Attempting to explain how a four-dimensional being would view three-dimensional humans, Carl Sagan in Cosmos invited us to imagine our 3D selves looking down on beings in a two-dimensional universe. To us they would appear as cut-outs on a flat page, with length and breadth but no height, with no distinction between public and private space, with nothing concealed either inside their bodies or outside. If we tried to talk to these 2D beings, they would be astonished to experience our voice as appearing to them from everywhere at once, both internally and externally and through all their senses, like a ghost from some spirit world.
The far-sighted Sagan presented this analogy without the least expectation of it coming true. And yet in a sense it has come true. The internet has made it so.
Now we are all able to look down on the two-dimensional world of the internet screen and speak to it like a god, anonymously, as if from nowhere and everywhere. Simultaneously, we are all trapped in that 2D world, and anyone can look down at us, from above, right into the core of our being. And what is the result? Public and private spheres are now in collision, not just with the hacking of celeb or child nude pictures from cloud storage, not just by government agencies ferreting through our private correspondence, but in even more sinister ways. Now we are seeing inside the skin of humanity, as it were, into the hidden depths, and it’s not a pretty sight. Before the internet, communications were largely constrained within the social protocols of politeness and good taste. Nobody imagined that society had an inner beast or if there was, it was confined to a few demented freaks and kept well and truly out of view and behind closed doors. The ‘troll’ was a being that existed only in nightmares.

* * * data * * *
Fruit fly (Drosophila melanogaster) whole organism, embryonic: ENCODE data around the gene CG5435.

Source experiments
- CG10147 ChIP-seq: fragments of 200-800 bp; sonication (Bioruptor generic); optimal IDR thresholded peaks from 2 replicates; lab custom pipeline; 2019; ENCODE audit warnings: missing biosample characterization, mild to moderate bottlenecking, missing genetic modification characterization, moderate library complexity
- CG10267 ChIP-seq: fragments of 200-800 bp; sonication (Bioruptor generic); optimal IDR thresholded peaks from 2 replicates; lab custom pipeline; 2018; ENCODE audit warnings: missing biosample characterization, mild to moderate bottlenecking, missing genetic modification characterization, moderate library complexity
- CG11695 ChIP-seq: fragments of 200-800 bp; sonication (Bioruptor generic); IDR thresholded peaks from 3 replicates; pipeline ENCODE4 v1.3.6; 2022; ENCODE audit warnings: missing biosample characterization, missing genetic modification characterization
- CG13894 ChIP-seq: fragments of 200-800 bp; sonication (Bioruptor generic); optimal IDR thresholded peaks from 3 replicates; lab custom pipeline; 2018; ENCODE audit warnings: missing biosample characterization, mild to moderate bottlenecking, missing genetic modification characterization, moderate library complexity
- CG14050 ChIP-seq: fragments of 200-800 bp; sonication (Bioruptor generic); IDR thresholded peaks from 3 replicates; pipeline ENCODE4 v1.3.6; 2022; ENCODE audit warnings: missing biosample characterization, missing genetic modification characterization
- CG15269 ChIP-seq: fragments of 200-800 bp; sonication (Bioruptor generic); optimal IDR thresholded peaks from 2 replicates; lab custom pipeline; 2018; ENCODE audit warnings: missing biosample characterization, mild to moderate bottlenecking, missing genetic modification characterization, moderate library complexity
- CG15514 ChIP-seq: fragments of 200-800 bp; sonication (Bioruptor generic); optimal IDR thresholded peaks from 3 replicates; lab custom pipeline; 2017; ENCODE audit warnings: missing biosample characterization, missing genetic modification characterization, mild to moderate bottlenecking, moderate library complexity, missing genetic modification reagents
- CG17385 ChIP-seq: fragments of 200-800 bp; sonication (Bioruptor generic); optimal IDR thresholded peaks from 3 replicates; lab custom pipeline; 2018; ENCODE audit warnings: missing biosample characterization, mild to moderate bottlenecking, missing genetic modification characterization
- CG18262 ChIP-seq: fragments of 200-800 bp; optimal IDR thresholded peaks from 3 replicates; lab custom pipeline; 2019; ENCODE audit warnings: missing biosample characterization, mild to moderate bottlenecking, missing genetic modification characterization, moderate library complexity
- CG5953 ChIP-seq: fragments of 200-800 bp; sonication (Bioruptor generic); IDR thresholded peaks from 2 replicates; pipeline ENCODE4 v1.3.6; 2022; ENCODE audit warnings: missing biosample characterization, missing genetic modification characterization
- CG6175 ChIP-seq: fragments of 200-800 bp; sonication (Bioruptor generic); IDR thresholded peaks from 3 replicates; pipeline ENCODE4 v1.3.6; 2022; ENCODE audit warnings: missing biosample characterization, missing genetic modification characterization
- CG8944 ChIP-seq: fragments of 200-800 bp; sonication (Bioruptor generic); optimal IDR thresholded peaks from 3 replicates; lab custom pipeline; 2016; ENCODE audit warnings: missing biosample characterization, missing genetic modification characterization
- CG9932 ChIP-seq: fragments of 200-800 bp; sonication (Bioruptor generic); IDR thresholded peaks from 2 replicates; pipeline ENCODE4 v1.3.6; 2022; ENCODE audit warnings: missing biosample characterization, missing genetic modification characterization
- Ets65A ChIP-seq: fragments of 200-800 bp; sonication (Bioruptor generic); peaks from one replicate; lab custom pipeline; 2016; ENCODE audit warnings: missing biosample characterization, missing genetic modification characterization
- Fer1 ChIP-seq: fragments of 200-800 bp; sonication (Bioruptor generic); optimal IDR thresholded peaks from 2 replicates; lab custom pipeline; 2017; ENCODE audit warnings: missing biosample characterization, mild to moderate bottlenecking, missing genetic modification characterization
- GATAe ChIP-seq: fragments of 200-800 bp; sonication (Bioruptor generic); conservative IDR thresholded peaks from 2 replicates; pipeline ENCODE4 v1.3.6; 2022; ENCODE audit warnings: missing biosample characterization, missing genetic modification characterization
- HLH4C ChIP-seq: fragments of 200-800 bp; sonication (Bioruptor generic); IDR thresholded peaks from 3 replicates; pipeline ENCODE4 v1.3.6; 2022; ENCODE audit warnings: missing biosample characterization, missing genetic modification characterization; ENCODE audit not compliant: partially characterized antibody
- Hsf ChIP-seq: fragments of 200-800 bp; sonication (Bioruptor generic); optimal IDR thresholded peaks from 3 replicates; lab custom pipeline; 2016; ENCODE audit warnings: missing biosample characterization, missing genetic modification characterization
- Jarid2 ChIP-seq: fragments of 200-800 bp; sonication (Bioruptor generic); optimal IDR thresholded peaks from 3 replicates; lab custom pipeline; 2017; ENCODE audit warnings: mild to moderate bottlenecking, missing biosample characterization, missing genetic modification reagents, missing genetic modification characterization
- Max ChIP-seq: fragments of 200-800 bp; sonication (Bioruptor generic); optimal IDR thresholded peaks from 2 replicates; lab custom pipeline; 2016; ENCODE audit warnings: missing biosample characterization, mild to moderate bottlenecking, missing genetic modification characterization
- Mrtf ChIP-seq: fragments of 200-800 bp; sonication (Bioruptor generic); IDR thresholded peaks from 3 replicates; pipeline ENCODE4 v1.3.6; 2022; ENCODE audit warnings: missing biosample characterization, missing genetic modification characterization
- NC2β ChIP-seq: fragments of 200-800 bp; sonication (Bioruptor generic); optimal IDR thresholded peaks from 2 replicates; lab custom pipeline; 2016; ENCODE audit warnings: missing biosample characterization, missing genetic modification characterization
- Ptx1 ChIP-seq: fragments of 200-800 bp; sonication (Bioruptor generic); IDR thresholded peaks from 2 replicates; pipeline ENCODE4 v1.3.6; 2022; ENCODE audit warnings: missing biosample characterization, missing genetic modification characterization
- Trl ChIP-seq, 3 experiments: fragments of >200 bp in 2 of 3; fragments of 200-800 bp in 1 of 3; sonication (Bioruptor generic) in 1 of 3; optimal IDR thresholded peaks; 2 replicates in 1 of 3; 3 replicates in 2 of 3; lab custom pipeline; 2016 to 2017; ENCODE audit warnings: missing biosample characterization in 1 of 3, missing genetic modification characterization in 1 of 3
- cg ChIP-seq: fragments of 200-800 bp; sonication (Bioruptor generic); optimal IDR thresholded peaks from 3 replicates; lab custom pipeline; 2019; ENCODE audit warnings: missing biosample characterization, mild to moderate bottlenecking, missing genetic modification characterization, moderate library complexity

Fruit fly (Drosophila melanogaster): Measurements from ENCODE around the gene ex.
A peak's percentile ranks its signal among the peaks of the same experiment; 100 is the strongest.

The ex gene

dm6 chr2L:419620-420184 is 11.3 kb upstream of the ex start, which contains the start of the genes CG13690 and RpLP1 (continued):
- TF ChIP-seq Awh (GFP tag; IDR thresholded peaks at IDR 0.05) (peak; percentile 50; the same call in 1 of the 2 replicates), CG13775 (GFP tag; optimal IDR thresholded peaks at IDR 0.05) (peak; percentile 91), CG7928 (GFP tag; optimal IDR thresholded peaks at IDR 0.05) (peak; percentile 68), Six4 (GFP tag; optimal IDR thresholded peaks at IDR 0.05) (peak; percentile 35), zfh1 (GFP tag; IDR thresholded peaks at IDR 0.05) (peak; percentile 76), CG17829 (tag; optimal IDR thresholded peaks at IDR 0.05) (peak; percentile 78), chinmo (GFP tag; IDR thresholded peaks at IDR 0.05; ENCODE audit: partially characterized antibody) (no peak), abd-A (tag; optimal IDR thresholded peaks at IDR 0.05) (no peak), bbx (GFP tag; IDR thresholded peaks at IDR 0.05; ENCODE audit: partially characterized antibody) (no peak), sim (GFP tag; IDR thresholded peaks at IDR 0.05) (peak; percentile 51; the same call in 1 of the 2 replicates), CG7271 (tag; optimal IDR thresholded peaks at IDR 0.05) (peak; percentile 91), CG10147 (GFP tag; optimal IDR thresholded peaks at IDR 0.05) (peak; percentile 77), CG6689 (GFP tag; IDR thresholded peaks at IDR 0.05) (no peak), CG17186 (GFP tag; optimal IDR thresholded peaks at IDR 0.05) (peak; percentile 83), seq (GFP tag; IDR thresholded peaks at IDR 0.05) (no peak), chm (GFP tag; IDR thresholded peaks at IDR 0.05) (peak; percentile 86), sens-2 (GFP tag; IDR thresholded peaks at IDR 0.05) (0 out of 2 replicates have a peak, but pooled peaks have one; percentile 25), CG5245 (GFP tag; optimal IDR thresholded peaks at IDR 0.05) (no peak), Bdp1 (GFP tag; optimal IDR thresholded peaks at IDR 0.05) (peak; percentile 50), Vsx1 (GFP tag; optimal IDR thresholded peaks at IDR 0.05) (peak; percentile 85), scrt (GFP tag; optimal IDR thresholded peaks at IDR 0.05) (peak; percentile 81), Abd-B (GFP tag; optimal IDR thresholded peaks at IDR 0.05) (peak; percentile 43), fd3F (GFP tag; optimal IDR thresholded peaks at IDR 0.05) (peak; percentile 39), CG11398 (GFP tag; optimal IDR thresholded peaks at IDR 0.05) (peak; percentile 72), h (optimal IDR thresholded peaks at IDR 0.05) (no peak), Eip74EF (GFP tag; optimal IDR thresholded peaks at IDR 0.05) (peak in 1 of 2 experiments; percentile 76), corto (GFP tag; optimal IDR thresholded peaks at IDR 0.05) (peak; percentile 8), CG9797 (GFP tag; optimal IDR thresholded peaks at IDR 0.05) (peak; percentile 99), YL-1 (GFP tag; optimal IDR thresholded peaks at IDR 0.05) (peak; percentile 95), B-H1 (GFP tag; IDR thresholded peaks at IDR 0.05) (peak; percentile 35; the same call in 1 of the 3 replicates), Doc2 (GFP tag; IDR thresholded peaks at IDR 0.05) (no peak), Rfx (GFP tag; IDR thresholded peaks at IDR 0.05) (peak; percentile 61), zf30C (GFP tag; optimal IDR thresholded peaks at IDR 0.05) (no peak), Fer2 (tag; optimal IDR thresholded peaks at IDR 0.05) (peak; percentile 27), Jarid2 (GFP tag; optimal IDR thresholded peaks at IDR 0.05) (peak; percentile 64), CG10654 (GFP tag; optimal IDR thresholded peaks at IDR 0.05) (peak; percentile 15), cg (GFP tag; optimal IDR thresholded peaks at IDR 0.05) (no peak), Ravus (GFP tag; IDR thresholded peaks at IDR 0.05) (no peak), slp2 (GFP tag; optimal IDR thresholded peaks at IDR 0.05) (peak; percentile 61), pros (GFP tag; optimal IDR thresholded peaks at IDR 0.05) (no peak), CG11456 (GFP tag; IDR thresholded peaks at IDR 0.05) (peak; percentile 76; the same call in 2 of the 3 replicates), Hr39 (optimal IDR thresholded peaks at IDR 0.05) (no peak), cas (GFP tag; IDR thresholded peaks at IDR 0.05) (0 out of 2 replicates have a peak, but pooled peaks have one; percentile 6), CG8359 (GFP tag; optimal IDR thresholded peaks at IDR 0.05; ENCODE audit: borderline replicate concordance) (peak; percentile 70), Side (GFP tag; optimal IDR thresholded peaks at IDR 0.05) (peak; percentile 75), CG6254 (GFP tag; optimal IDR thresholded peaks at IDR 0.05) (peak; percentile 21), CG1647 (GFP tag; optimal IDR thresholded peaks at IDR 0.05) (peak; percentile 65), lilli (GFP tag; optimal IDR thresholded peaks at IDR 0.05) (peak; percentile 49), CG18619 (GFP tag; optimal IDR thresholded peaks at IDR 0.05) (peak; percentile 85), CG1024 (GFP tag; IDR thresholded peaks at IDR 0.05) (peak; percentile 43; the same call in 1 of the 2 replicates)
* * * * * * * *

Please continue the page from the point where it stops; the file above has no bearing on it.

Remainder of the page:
Now the lid is off and we are peering in on a panorama of earthly delights redolent of Hieronymus Bosch. This is not what anyone expected. It’s not just a case of a few intemperate hotheads firing off ‘flame’ emails or carelessly worded texts without explanatory ‘smileys’. Celebs are leaving Twitter and celeb Twitch gamers are turning off their feedback comments because of the amount of abuse and threats of ‘doxing’ – having their private information posted online. Sexting has resulted in new laws to prevent ‘revenge porn’. In the instantly reactive online environment, a stray word can result in death threats. Presenter Judy Finnegan and her daughter were recently threatened with rape (quite possibly by women) for making the innocuous suggestion that violent rapes were worse than non-violent ones (‘Madeley warns trolls over rape threat’, BBC Online, 16 October). In the GamerGate scandal, in which female games programmers have been terrorised for speaking out against the depiction of women in games, a planned feminist games conference had to be cancelled due to threats of a spree-style massacre (‘Feminist video-games talk cancelled after massacre threat’, BBC Online, 15 October). As tablet-toting children from 9 upwards join in as spectators of cyber delights including hard-core porn, 22 percent of boys aged 12 – 15 and 30 percent of girls report being bullied online, and at least as many know someone who is bullied or has suffered from deliberately embarrassing online exposure (‘Call for teens to self-regulate net use ‘, BBC Online, 15 October).
Society responds with more new laws to expose trolls by lifting up their stones of anonymity before they can scurry away out of sight. There’s no doubt that trolls are nasty pieces of work. Most commentators don’t feel the need to explore the question why. Trolls are just a fact of life. Every barrel has a few rotten apples. It’s human nature.